TeamViewer Patches Up Flaw That Lets Hackers Get PC Password


Remote access software TeamViewer has recently fixed a security vulnerability that had the potential to allow access and exploit Windows computers, said Bleeping Computer. It was labeled a high severity bug and was categorized as an Unquoted Search Path or Element.

The flaw, called CVE-2020-13699, was discovered to let hackers forge a connection between your computers, then manipulate the system to execute codes remotely and without your authentication. It can also be used to crack or obtain your password.


More individuals are vulnerable to such attacks as the virus pandemic has compelled employers and employees to work from home and use remote access apps such as TeamViewer.

TeamViewer Patches Up Flaw

Bleeping Computer explained that the fixed vulnerability was under CWE-428, also called Unquoted Search Path or Element, which is considered a special category. Such a flaw lets malicious parties exploit the fact that arguments within a code are unquoted.


More specifically, the report said that “this can cause a program to treat the arguments as direct commands, rather than an input value.”

How CVE-2020-13699 Worked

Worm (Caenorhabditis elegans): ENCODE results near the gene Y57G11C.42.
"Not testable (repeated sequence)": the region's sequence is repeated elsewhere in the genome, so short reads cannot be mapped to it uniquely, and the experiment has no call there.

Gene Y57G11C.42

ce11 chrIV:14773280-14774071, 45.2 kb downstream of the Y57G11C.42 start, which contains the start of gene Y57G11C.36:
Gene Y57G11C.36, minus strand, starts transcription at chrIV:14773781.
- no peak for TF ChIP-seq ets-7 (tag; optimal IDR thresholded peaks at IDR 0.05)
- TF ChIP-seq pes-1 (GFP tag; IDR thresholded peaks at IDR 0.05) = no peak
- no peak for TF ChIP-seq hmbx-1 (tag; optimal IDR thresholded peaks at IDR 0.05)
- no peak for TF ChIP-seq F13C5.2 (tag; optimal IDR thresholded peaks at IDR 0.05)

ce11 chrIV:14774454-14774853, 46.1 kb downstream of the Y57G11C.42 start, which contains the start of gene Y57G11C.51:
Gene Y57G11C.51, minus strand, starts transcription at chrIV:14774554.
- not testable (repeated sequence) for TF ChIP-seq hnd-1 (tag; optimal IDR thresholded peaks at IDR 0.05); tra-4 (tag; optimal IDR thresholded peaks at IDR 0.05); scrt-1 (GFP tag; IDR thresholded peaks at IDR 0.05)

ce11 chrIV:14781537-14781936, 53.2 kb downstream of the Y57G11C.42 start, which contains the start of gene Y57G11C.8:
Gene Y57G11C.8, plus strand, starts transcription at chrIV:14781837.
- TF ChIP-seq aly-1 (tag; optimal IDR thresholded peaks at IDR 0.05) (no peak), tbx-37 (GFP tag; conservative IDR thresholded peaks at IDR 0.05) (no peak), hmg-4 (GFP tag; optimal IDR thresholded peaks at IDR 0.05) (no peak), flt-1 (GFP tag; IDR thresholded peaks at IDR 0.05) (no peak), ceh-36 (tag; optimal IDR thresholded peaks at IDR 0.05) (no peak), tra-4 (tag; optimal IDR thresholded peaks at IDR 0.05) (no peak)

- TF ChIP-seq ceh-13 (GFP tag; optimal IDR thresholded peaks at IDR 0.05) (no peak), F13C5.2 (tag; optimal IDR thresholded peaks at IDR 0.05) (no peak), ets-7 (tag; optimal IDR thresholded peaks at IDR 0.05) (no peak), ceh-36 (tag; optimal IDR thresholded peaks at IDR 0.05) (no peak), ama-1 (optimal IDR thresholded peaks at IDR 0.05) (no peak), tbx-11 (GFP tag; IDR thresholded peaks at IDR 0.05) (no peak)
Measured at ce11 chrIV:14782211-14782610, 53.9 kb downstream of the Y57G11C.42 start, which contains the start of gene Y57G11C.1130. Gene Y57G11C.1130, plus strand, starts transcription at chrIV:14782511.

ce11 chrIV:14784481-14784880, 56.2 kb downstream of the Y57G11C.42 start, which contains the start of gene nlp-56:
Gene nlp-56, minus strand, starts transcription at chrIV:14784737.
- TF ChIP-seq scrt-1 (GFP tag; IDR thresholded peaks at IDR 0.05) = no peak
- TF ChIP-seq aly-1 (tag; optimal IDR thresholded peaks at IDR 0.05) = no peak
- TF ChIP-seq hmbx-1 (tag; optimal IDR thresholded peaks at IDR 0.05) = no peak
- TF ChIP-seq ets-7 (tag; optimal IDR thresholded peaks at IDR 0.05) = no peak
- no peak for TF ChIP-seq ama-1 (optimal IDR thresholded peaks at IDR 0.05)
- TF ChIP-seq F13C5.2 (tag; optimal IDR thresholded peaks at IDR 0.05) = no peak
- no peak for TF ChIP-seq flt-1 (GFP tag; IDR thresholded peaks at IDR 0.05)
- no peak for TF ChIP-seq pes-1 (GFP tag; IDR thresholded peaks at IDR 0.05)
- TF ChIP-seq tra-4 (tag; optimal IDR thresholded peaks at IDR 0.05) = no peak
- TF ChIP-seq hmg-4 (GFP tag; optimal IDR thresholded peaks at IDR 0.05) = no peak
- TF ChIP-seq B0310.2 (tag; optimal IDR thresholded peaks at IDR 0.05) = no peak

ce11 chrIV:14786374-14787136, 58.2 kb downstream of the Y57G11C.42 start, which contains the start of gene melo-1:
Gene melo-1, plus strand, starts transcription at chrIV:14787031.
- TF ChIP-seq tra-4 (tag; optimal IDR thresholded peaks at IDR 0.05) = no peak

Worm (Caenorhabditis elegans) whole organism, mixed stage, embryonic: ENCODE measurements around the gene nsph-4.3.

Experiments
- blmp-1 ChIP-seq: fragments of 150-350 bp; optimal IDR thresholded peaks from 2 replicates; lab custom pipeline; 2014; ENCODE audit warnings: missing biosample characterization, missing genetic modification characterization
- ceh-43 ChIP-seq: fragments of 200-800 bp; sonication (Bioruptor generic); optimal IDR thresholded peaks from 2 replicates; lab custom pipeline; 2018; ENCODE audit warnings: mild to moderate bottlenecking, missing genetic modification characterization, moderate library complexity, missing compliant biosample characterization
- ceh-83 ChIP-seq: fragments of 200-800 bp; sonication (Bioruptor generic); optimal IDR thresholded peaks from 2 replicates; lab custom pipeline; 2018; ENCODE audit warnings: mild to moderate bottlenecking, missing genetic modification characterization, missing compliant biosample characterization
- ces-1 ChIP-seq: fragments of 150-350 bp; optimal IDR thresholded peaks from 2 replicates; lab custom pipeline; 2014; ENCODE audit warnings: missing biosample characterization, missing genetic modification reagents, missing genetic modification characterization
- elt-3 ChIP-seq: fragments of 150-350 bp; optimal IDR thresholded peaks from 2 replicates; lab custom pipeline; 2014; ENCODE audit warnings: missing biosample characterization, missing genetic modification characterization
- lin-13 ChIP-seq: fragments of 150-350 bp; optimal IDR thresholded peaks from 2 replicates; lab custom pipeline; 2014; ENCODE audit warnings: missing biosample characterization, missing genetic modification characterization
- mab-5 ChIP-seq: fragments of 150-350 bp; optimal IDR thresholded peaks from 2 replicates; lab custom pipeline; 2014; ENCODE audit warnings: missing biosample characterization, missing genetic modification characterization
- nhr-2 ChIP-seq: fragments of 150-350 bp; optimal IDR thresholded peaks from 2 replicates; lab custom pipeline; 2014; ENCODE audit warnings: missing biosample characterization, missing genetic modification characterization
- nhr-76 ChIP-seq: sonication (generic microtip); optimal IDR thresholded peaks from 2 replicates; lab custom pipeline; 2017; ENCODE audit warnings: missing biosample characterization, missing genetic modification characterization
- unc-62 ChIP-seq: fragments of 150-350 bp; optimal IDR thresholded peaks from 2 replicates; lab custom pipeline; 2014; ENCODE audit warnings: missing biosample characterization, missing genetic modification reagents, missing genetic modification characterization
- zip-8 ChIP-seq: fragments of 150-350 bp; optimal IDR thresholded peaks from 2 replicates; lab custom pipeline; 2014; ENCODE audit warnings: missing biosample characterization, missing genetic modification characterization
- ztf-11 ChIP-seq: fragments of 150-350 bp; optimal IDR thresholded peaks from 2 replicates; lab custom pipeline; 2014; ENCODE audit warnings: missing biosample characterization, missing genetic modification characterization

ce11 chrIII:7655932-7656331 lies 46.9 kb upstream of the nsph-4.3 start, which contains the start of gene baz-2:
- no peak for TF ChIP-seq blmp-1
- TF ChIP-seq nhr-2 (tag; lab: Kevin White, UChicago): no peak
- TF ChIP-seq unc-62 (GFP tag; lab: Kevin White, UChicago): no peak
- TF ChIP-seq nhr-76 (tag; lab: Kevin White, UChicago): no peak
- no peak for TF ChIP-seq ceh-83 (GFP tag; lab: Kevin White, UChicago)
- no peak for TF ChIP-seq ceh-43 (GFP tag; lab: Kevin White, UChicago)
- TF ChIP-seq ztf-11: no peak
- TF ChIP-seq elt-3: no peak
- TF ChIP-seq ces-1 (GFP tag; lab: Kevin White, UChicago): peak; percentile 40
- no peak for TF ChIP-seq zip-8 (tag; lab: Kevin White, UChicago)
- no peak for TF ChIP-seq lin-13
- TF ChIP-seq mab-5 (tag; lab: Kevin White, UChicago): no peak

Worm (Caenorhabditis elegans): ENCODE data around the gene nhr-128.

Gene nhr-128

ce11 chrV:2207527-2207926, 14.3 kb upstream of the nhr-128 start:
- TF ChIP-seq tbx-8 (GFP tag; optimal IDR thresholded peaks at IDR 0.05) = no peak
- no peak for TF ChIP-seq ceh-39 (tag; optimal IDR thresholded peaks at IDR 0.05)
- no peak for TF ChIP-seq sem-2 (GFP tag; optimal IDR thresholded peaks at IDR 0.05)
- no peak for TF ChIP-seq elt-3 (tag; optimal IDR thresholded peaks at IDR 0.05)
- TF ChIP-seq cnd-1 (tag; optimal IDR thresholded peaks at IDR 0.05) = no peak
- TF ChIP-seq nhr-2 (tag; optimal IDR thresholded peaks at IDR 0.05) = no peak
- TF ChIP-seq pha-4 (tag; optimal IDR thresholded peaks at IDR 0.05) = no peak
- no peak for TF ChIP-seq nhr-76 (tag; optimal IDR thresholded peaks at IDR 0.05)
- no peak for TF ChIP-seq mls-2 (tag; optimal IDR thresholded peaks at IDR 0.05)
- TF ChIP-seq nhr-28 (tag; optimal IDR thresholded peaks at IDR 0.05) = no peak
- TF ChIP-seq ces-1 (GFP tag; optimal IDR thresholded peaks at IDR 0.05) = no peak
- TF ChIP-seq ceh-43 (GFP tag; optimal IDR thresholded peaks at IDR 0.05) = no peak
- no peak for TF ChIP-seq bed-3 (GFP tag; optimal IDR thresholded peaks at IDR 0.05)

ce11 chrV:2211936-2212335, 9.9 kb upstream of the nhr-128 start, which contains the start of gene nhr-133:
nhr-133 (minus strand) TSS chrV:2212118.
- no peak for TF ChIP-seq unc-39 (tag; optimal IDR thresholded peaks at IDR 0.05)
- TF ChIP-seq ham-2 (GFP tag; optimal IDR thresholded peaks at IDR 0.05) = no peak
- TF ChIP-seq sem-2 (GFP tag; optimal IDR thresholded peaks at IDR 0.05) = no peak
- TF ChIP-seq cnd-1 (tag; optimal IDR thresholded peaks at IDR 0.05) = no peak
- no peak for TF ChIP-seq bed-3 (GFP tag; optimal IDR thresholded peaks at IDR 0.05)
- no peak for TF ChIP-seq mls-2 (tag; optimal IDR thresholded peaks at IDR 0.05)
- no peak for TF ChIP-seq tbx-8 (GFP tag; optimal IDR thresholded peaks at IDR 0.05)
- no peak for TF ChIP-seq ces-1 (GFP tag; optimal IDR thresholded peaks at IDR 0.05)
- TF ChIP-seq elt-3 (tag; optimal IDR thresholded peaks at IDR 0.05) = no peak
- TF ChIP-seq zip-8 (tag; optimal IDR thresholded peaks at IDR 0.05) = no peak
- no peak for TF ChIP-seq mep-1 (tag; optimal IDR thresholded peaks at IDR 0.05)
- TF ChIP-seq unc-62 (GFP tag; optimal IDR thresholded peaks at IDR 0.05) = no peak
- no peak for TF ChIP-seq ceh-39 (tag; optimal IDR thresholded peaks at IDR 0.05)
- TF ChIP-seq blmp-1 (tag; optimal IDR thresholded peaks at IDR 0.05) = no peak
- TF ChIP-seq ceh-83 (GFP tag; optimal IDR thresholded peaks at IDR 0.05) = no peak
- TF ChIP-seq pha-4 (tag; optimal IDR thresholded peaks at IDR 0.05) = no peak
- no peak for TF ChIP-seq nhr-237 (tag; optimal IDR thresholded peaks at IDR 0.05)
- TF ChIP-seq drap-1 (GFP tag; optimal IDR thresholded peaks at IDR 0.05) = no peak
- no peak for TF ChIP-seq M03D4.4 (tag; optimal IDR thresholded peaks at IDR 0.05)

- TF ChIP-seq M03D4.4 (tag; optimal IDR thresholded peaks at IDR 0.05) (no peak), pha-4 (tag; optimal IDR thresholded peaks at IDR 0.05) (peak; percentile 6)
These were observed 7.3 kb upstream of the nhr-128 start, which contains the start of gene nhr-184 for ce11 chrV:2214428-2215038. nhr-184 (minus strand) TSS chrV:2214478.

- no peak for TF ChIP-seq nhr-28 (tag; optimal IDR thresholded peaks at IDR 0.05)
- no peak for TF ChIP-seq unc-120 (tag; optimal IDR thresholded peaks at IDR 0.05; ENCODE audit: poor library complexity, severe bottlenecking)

An attacker who wants to gain unauthorized access to a target system would need to use a malicious page embedded with an inline frame or iframe, an HTML document that is placed within the HTML for the page.

The iframe, which is often hidden or disguised, would be loaded as the “teamviewer10:” URI scheme. This will launch the TeamViewer application on the computer. Such custom URI schemes are often used by services to easily launch their apps.

With the TeamViewer exploit, hackers would use a malicious code as an attribute attached to the URI scheme, which would tell the installed app to connect to a malicious server.

Praetorian security engineer Jeffrey Hofmann said, “An attacker could embed a malicious iframe in a website with a crafted URL… that would launch the TeamViewer Windows desktop client and force it to open a remote SMB share.”

As the target system is the one initiating a connection, such a link does not require passwords, which can leave the machine open for further exploitations.

Help Net Security remarked that this flaw could be used to perform targeted watering hole attacks or the hacking strategy of predicting what sites users often use, then infecting them with malware to gain access to user machines.

Aside from TeamViewer10, other versions were affected by the flaw. Fortunately, the company was able to patch up the bug by adding quotes for the code in question.